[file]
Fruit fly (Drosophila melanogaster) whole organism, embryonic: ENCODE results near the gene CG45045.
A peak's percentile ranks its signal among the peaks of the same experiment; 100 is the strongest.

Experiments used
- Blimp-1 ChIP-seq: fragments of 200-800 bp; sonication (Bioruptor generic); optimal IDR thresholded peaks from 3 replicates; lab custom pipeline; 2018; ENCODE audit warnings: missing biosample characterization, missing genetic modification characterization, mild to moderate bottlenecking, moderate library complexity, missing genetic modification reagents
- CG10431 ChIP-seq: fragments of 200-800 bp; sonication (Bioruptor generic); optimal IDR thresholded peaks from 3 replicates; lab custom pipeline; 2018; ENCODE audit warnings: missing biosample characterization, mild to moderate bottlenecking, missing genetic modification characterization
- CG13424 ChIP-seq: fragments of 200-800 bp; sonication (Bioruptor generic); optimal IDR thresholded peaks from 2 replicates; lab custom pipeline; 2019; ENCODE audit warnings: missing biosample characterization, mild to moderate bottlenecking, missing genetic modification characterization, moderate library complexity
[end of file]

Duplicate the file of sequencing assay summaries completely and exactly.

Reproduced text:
Fruit fly (Drosophila melanogaster) whole organism, embryonic: ENCODE results near the gene CG45045.
A peak's percentile ranks its signal among the peaks of the same experiment; 100 is the strongest.

Experiments used
- Blimp-1 ChIP-seq: fragments of 200-800 bp; sonication (Bioruptor generic); optimal IDR thresholded peaks from 3 replicates; lab custom pipeline; 2018; ENCODE audit warnings: missing biosample characterization, missing genetic modification characterization, mild to moderate bottlenecking, moderate library complexity, missing genetic modification reagents
- CG10431 ChIP-seq: fragments of 200-800 bp; sonication (Bioruptor generic); optimal IDR thresholded peaks from 3 replicates; lab custom pipeline; 2018; ENCODE audit warnings: missing biosample characterization, mild to moderate bottlenecking, missing genetic modification characterization
- CG13424 ChIP-seq: fragments of 200-800 bp; sonication (Bioruptor generic); optimal IDR thresholded peaks from 2 replicates; lab custom pipeline; 2019; ENCODE audit warnings: missing biosample characterization, mild to moderate bottlenecking, missing genetic modification characterization, moderate library complexity